I wonder what their reasoning is. They supposedly made a big push into organic food last year but I haven't hear how that is turning out. It also seems their ad campaigns are moving to more of a middle class target. It could simply be that they're trying to address the concerns of the conscientious middle class. Their solar projects make sense from a business aspect so that's no big surprise.

    I think I'm concerned that Wal Mart will try to distort the numbers and use it against their competition.
     
  10. toxictrix macrumors 6502a

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    #10
    Wal-Mart should rate their own effect on the environment.
     
  11. rhsgolfer33 macrumors 6502a

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    #11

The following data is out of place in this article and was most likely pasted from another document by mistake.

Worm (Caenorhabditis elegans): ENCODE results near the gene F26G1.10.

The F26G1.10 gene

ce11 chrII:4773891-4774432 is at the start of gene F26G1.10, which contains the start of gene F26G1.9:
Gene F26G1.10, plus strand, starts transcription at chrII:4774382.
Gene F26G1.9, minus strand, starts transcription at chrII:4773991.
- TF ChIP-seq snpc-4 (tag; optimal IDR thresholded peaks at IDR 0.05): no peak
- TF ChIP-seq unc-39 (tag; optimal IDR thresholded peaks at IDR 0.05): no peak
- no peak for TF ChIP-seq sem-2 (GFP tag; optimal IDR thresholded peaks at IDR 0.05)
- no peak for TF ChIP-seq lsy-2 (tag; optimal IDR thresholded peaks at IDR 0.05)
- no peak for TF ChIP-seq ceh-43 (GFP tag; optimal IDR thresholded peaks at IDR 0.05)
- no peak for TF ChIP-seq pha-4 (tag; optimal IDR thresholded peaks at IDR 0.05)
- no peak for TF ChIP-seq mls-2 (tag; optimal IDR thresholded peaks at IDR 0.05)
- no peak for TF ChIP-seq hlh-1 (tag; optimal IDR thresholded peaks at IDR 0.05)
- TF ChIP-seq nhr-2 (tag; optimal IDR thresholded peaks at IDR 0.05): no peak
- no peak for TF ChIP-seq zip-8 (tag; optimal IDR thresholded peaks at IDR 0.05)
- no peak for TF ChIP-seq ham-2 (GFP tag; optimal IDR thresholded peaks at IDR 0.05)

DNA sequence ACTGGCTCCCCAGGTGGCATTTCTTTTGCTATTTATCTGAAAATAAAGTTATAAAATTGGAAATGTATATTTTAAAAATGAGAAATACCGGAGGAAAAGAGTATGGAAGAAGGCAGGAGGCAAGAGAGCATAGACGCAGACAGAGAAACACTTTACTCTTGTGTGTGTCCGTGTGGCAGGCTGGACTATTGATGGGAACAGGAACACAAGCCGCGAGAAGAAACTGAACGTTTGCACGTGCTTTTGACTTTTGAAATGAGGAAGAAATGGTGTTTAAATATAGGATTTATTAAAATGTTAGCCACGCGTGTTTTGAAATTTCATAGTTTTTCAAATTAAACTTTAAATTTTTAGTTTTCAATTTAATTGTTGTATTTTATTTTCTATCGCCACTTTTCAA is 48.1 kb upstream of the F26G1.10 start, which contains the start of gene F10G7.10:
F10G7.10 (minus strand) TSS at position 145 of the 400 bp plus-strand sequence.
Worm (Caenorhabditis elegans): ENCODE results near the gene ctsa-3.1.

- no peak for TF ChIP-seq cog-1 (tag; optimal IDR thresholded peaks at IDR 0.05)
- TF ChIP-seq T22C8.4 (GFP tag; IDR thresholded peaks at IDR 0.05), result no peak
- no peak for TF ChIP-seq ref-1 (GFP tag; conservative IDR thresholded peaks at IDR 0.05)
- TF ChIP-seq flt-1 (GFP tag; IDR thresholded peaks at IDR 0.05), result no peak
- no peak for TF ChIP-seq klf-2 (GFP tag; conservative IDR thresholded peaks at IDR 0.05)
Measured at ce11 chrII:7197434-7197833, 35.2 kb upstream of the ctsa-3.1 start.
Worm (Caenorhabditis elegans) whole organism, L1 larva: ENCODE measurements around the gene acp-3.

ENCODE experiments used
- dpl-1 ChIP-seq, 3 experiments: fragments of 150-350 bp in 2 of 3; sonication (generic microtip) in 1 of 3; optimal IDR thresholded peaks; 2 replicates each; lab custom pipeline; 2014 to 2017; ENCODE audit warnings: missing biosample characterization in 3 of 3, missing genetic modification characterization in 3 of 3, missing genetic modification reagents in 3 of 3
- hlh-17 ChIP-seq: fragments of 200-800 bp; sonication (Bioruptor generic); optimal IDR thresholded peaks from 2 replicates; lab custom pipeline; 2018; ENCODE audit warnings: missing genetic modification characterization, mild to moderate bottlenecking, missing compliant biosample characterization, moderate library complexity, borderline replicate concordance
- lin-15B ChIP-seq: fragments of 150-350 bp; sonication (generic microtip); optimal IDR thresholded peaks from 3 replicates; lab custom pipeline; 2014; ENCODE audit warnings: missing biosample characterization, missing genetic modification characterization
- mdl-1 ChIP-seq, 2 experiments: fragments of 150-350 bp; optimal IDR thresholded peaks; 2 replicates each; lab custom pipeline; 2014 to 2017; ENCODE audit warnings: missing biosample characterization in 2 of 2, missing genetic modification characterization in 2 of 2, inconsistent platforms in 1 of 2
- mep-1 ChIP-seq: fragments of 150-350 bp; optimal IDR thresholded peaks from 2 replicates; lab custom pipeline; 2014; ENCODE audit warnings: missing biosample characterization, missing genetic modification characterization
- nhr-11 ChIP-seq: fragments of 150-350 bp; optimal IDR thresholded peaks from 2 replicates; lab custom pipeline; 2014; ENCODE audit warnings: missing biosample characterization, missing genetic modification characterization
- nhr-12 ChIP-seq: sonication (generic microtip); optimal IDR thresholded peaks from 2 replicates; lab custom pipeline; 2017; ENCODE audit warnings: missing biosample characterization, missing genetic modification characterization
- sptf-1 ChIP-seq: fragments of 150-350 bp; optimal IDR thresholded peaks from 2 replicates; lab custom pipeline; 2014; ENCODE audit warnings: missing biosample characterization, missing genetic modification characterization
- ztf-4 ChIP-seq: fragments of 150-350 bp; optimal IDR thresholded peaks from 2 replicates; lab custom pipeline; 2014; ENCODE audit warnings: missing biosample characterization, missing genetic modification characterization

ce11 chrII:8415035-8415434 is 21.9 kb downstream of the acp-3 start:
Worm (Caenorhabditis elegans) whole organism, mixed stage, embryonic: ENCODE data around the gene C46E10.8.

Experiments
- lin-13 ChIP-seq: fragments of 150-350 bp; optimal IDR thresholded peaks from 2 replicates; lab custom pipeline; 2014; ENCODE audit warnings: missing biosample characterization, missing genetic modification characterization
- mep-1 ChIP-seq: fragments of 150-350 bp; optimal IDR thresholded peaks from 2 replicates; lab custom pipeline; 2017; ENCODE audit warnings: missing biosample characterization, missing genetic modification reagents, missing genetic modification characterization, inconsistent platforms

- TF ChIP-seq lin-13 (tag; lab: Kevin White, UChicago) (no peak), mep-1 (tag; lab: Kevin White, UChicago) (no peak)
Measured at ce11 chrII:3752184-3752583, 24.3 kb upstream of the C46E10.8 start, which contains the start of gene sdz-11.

The underlying reason, of course, is profits. The sole motivation of any publicly held company is to produce the best financial statements and returns for investors. Green and organic are two terms that the middle class are increasingly aware of and thinking about, so yes, they are addressing the concerns of the conscientious middle class. Wal-Mart has realized that this is key to keeping and gaining costumers in the future and that ultimately, with the slightly increased prices green and organic products command, Wal-Mart can possibly increase its revenue and possibly profits depending on the price Wal-Mart secures the goods at. Its the same Wal-Mart model (force suppliers to supply what we want, how we want it, at our price), but with green goods.